This post is brought to you by Ravello R&D based on our own internal best practices and lessons learned. We need to continually monitor our servers, production and dev environments. As our environments grow and scale out it becomes increasingly difficult to debug failures and crisis analysis requires multi SSH-ing to different servers. Therefore we wanted to be able to view all the logs for all our servers from one single entry point. We also wanted to be notified of abnormal activity in our logs, because we can’t sit and watch them all day long.
Centralized use of logging tools, with their many features, allows Ops teams to analyze the root cause of a crisis in infrastructure and helps DevOps teams to easily analyze and troubleshoot production/development issues. To this end, we surveyed the capabilities of the available tools before choosing a tool for us. Here is what we found.
5 Common Features of Central Logging Tools
- Log collection: From any static/on-demand resource to a single secured sign-in application, accessible from anywhere (not only from our own VPN).
- Alerts: The stakeholders of any specific exceptions in logs receive notifications based on configurable criteria, helping detect issues in production even before a user complains about them.
- Aggregation: Scaled-out servers behind load balancers each produce their own log files, making it impossible to debug a single action flow that distributed between servers, unless the logs converge into a single article.
- History: Keeping old logs can be very helpful when trying to understand why and when a specific product behavior began.
- Visual indicators: Abnormal behaviors can be detected faster when we see them in a visual instrument such as a graph, where peak points are easily noticed.
6 Popular Log Tools
Most of the tools available are based on configuring the syslog on the required server to send data to the remote applications that handle them. Here are examples of some of the popular tools:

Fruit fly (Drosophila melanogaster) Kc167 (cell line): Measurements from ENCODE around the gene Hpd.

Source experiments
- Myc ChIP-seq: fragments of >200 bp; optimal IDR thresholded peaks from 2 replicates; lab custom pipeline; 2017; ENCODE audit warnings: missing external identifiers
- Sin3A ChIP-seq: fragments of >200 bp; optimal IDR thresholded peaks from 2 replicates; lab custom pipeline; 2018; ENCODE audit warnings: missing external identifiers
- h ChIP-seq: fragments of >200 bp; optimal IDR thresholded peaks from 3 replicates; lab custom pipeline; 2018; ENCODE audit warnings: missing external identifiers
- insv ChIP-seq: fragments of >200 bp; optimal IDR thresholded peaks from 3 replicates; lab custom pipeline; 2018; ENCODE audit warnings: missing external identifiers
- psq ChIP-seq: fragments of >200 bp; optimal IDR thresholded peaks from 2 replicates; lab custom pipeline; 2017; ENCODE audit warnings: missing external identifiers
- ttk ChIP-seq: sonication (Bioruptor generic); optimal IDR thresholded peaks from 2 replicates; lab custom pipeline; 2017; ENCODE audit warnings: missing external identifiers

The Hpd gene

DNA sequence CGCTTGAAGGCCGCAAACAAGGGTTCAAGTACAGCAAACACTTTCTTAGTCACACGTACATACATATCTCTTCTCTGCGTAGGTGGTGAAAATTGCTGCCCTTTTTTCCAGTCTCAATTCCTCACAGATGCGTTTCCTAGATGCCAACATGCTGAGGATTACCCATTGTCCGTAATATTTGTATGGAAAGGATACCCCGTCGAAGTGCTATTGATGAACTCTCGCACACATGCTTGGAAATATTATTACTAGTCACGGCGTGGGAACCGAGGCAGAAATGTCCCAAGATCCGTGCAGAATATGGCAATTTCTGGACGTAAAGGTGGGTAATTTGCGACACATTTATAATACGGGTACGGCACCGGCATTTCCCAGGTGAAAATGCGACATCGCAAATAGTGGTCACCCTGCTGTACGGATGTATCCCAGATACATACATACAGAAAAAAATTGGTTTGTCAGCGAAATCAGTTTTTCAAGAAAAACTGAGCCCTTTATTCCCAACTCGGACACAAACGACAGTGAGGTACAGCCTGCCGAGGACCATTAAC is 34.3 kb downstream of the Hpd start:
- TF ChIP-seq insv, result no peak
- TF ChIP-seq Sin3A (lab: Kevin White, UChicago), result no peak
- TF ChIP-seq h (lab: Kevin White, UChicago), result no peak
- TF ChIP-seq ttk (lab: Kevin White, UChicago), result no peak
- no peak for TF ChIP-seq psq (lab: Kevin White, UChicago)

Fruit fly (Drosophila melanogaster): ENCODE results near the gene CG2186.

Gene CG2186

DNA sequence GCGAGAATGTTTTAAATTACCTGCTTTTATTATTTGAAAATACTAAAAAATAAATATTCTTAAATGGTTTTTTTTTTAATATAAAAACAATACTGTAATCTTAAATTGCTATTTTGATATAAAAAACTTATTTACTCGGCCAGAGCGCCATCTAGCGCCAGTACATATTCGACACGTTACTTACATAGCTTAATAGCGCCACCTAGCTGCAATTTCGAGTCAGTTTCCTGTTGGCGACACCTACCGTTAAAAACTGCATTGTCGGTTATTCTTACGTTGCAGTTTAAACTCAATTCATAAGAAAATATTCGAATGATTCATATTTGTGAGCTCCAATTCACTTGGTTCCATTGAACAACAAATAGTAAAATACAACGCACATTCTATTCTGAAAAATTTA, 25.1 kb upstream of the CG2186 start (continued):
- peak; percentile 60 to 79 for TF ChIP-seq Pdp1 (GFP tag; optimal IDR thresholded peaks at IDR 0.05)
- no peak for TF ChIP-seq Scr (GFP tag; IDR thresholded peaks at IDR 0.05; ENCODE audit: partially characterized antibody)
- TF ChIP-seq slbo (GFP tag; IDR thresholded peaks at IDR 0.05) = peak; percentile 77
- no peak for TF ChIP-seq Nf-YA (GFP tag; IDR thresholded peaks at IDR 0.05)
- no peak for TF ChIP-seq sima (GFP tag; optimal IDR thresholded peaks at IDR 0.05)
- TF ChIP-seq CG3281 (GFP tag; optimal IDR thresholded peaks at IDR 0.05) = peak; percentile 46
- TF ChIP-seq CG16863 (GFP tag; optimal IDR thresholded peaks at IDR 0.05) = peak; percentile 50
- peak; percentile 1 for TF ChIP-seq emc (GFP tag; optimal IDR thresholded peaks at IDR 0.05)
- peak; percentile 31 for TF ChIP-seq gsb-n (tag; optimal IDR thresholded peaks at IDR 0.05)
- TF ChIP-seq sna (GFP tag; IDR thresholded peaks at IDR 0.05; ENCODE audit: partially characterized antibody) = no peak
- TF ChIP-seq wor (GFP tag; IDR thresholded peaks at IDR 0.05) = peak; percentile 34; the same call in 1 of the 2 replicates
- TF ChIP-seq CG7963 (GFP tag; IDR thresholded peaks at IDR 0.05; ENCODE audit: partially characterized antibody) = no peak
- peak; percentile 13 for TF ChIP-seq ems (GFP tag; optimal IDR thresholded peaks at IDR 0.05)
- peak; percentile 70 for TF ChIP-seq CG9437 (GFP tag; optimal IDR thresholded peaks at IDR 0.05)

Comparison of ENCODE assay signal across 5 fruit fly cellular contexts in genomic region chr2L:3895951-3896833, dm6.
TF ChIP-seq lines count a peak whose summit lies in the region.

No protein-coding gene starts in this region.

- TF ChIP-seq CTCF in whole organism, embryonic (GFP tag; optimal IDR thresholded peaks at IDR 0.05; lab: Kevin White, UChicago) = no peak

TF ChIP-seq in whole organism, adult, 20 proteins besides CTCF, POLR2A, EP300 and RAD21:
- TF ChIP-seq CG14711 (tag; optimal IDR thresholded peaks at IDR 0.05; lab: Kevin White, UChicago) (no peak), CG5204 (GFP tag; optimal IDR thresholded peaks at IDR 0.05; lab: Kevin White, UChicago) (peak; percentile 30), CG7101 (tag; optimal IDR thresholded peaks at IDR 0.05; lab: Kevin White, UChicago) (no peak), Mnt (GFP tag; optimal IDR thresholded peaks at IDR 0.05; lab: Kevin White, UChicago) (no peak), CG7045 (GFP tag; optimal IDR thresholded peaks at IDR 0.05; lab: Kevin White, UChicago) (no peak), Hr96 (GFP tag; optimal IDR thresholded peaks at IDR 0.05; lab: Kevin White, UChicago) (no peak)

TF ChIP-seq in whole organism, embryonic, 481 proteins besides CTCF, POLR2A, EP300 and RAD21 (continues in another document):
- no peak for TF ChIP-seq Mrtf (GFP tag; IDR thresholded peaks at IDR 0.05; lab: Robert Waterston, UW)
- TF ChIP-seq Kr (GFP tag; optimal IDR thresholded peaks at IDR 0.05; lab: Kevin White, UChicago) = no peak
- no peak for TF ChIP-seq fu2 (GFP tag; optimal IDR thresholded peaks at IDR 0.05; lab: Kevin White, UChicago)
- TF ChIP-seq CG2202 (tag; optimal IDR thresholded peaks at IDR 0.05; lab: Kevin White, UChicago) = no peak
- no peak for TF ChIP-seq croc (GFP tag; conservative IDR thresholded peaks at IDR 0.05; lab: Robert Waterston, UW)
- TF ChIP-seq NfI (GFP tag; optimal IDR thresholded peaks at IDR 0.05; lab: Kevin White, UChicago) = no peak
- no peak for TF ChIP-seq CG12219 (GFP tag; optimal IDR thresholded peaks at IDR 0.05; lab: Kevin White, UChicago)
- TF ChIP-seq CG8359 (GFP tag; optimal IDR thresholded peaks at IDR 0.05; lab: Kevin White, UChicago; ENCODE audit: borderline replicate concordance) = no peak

- Splunk Storm – Provides cloud-based operation analysis and troubleshooting for your application. Splunk storm supports multiple integration, with applications such as AWS and Heroku. It also allows searching, visualizing, and sharing logs and monitoring data. www.splunkstorm.com
- Graylog – An open source self-hosted application allowing to search logs, create charts and reports, add alerts for incidents. graylog2.org
- Sumlogic – Collects, centralizes, alerts, and visualizes logs. A cloud-based SaaS app, it requires agent on designated servers. Sumlogic includes “Prediction” features to detect issues before they arise. www.sumologic.com
- Logentries – A cloud-based SaaS application , a simple and powerful tool to search, tag, alert, and track log data from a single location. Logentries supports integration to aws cloudWatch and Heroku. www.logentries.com
- Papertrail – A clean and simple cloud-based SaaS application that collects and aggregates logs from multiple sources. It provides powerful search capabilities, alerting, and visual indicators, as well as alert integrations into HipChat, PagerDuty and more. It features simple and secured configuration and setup, an intuitive UI, and API. www.papertrailapp.com
We sought a simple tool that provides just what we need, that is centralizing all our servers (production and development environments) in a single place, where we can just log in and start debugging. A tool that would alert us for special events in the server logs, and allow secure but simple implementation for each server. We chose Papertrail.
The pricing was fairly reasonable, for about 50G of log data saved for 2 weeks, and archived for 1 year, for both our dev/prod accounts that are separated but easily switched between.
At Ravello Systems, because we deploy many on-demand cloud VMs it is important for us to monitor and access logs. We were able to easily set up a simple configuration on each server as it goes live – so we can immediately track its behavior, detect issues, and receive alerts.
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